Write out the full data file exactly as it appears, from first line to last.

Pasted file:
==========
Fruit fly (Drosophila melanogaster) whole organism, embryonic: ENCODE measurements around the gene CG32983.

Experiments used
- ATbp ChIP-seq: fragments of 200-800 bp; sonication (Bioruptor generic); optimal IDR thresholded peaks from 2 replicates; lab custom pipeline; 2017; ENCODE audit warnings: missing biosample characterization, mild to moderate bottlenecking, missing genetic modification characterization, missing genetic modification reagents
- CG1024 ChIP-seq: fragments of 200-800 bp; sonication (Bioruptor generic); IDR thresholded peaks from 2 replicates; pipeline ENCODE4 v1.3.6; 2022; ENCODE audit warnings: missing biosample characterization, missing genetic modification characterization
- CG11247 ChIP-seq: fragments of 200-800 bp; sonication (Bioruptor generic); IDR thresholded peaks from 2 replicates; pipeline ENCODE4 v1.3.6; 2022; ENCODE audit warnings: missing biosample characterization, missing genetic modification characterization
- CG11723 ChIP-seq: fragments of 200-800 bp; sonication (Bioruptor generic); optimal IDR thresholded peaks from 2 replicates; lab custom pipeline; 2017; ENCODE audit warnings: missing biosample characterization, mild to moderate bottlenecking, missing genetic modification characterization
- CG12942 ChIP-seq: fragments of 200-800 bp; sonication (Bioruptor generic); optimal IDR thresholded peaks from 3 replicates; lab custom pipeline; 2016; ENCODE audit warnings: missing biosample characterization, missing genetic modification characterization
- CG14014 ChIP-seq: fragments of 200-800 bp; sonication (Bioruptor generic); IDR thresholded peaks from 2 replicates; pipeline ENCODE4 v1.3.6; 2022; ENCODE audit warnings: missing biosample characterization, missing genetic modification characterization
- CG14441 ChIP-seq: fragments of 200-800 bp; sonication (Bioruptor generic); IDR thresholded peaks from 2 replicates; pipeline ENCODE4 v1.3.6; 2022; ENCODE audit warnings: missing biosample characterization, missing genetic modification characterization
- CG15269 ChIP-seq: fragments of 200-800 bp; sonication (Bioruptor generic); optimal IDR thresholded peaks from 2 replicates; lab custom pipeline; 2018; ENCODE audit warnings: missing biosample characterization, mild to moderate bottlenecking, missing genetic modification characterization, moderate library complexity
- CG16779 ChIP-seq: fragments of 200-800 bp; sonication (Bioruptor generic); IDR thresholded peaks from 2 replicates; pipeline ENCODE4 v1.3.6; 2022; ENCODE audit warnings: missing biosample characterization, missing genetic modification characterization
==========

Fruit fly (Drosophila melanogaster) whole organism, embryonic: ENCODE measurements around the gene CG32983.

Experiments used
- ATbp ChIP-seq: fragments of 200-800 bp; sonication (Bioruptor generic); optimal IDR thresholded peaks from 2 replicates; lab custom pipeline; 2017; ENCODE audit warnings: missing biosample characterization, mild to moderate bottlenecking, missing genetic modification characterization, missing genetic modification reagents
- CG1024 ChIP-seq: fragments of 200-800 bp; sonication (Bioruptor generic); IDR thresholded peaks from 2 replicates; pipeline ENCODE4 v1.3.6; 2022; ENCODE audit warnings: missing biosample characterization, missing genetic modification characterization
- CG11247 ChIP-seq: fragments of 200-800 bp; sonication (Bioruptor generic); IDR thresholded peaks from 2 replicates; pipeline ENCODE4 v1.3.6; 2022; ENCODE audit warnings: missing biosample characterization, missing genetic modification characterization
- CG11723 ChIP-seq: fragments of 200-800 bp; sonication (Bioruptor generic); optimal IDR thresholded peaks from 2 replicates; lab custom pipeline; 2017; ENCODE audit warnings: missing biosample characterization, mild to moderate bottlenecking, missing genetic modification characterization
- CG12942 ChIP-seq: fragments of 200-800 bp; sonication (Bioruptor generic); optimal IDR thresholded peaks from 3 replicates; lab custom pipeline; 2016; ENCODE audit warnings: missing biosample characterization, missing genetic modification characterization
- CG14014 ChIP-seq: fragments of 200-800 bp; sonication (Bioruptor generic); IDR thresholded peaks from 2 replicates; pipeline ENCODE4 v1.3.6; 2022; ENCODE audit warnings: missing biosample characterization, missing genetic modification characterization
- CG14441 ChIP-seq: fragments of 200-800 bp; sonication (Bioruptor generic); IDR thresholded peaks from 2 replicates; pipeline ENCODE4 v1.3.6; 2022; ENCODE audit warnings: missing biosample characterization, missing genetic modification characterization
- CG15269 ChIP-seq: fragments of 200-800 bp; sonication (Bioruptor generic); optimal IDR thresholded peaks from 2 replicates; lab custom pipeline; 2018; ENCODE audit warnings: missing biosample characterization, mild to moderate bottlenecking, missing genetic modification characterization, moderate library complexity
- CG16779 ChIP-seq: fragments of 200-800 bp; sonication (Bioruptor generic); IDR thresholded peaks from 2 replicates; pipeline ENCODE4 v1.3.6; 2022; ENCODE audit warnings: missing biosample characterization, missing genetic modification characterization